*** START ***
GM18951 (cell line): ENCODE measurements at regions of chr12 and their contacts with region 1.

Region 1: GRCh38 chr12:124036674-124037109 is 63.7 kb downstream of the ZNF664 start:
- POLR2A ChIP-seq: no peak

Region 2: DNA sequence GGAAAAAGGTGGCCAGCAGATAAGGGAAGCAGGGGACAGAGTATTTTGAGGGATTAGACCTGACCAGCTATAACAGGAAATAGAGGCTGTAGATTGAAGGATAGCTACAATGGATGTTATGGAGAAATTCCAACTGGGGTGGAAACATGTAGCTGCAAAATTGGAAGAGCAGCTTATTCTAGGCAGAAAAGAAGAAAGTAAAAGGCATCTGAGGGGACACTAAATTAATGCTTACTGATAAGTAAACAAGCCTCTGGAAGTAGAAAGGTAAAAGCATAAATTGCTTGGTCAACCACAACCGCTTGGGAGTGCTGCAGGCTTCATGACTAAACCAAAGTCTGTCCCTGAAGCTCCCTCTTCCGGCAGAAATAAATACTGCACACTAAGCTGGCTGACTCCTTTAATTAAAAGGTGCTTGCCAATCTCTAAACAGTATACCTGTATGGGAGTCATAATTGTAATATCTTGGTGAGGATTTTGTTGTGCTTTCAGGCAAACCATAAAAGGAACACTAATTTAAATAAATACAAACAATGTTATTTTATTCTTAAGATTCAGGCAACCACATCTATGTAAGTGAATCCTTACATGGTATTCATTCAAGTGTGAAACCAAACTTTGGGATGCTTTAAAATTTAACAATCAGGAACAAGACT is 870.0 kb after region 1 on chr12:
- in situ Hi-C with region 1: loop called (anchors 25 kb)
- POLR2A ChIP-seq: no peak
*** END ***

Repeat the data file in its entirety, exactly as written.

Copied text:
GM18951 (cell line): ENCODE measurements at regions of chr12 and their contacts with region 1.

Region 1: GRCh38 chr12:124036674-124037109 is 63.7 kb downstream of the ZNF664 start:
- POLR2A ChIP-seq: no peak

Region 2: DNA sequence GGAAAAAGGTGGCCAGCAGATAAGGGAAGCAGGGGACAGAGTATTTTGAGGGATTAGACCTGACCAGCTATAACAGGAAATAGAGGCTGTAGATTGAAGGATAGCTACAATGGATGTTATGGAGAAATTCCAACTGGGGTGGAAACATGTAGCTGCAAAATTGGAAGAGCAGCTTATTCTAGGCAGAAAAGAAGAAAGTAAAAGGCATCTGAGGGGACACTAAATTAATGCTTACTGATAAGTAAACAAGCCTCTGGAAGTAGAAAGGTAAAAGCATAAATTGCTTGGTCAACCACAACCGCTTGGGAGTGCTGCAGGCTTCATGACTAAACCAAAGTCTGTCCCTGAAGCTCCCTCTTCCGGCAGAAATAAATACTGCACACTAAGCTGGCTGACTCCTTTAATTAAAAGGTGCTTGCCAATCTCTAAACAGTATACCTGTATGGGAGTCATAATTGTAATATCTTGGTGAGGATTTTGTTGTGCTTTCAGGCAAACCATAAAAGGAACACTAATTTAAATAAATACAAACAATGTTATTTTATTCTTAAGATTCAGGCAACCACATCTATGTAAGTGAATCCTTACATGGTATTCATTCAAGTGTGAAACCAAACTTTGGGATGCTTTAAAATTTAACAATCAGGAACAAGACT is 870.0 kb after region 1 on chr12:
- in situ Hi-C with region 1: loop called (anchors 25 kb)
- POLR2A ChIP-seq: no peak